Washington, DC - in our nation's capital, blogging about a New York Times article about Los Angeles. Isn't technology wonderful?
The Times almost never gets LA right. They cover it like an alien planet, populated by strange, non-New Yorkers who also seem kinda hip (so what's up with that?). Usually, every NYT story about LA begins with the same implicit lead sentence that their coverage of Japan used to: "These freakin' people, you wouldn't believe what they're up to now."
And then comes this
story (reg. req'd). Same coverage of LA as a foreign bureau, but within it the fundamental realization that the after-hours action in LA right now is, apparently, in Koreatown, just a few blocks from where I grew up.
Few areas in Los Angeles, if any, have as lively a night life, as many after-hours spots or as much energy in the wee hours as this ethnic enclave between Hancock Park and Echo Park, not far from Hollywood and downtown Los Angeles. Police officials estimate there are more than 500 night-life establishments within the loosely defined boundaries of Koreatown, the highest such concentration in the city.
The district, which encompasses roughly a 20-by-20-block area, has the feel of a mini-Seoul: it is dotted with all-Korean signs and menus with no translations; smoking is tolerated everywhere - outdoors, indoors, sometimes right under the "No Smoking" sign. Though it is against the law, a sizable number of businesses serve liquor after 2 a.m. A visitor gets the impression that in Koreatown, after dark, different rules apply.
Although it is dominated by Korean-Americans, the night life is increasingly attracting non-Asians, who seek fun and socializing after much of Los Angeles has grown quiet.
What's critical about this is the understanding that urban recreational zones are often the places where the poor and/or ethnic minorities live -- and they don't have to overlap with a city's Central Business District. New York's Harlem in the 1920s. Los Angeles Calle Negro in the 1890s. Boston's North End even today. New Orleans' French Quarter. Yokohama's Chinese district, for a century the only place in Japan where foreigners were allowed to trade.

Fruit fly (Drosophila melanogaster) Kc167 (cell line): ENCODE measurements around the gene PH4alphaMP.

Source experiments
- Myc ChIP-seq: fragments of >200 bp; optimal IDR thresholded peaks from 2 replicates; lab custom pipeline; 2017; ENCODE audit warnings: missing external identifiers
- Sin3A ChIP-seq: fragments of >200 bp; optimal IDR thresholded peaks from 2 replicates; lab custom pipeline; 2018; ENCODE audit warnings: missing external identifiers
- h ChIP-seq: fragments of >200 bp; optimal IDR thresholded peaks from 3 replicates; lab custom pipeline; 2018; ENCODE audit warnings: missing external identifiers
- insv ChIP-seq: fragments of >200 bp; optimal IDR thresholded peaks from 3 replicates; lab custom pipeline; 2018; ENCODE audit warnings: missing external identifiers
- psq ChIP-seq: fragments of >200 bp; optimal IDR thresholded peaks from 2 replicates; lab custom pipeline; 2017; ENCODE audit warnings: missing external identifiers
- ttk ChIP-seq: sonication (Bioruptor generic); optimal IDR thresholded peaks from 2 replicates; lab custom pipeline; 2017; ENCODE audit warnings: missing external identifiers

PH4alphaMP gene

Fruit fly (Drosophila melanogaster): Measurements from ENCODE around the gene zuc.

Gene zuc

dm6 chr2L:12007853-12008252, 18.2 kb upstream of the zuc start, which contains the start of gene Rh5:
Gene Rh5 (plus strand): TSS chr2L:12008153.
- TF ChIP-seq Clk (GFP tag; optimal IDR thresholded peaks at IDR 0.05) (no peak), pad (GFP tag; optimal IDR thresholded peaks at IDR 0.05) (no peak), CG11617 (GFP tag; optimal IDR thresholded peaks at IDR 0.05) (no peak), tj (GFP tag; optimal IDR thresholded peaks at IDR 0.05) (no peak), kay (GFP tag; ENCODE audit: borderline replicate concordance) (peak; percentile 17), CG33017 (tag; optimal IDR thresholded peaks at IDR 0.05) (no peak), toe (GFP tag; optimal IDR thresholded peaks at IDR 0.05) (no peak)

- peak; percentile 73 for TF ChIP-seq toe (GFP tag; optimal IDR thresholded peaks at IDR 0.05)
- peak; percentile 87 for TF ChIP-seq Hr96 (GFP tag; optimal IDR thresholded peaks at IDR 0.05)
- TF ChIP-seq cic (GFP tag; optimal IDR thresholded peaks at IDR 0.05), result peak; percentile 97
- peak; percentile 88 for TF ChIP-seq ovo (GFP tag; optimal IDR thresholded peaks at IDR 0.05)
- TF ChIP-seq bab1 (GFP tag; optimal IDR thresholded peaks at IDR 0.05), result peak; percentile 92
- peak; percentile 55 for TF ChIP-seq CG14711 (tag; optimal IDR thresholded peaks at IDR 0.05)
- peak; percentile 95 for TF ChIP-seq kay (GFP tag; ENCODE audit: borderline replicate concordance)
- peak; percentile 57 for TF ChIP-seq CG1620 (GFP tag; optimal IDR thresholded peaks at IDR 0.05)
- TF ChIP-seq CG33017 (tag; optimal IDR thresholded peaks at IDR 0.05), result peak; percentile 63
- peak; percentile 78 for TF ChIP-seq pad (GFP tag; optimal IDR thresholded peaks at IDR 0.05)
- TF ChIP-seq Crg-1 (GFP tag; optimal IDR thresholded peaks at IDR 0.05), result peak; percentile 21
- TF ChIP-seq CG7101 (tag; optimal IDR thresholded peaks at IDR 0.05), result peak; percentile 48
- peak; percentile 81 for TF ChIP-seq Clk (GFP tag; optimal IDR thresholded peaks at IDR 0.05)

These are the souks and medinas, the forum, the barrio. Downtown. And, as the article says (and the headline alludes to), these are zones where the rules of ordinary life do not apply. "Forget about it, Jake," like the movie says. "It's Chinatown."
So certainly Interzones, to ref William Burroughs, are places where interesting things happen. This is true in science, in history, and in urban theory. The interfaces between things are where the action is.
American culture tends to segregate its Interzones geographically. Europeans and South Americans -- places touched by Catholicism, I think -- set aside one week a year where all bets are off, where rules for polite behavior and socialization get dumped. It's called Carnival or Mardi Gras. But in the US, we do it all year round, but only in certain places: New Orleans. Las Vegas. But distinctly not
Central Business Districts, where tall buildings full of white men in suits move capital. Economic and cultural vibrance are functions of diversity, of trading in taboo, and of -- nobody panic -- fun.
Nice to see the NYT figure out that Interzones don't have to have tall buildings to be interesting.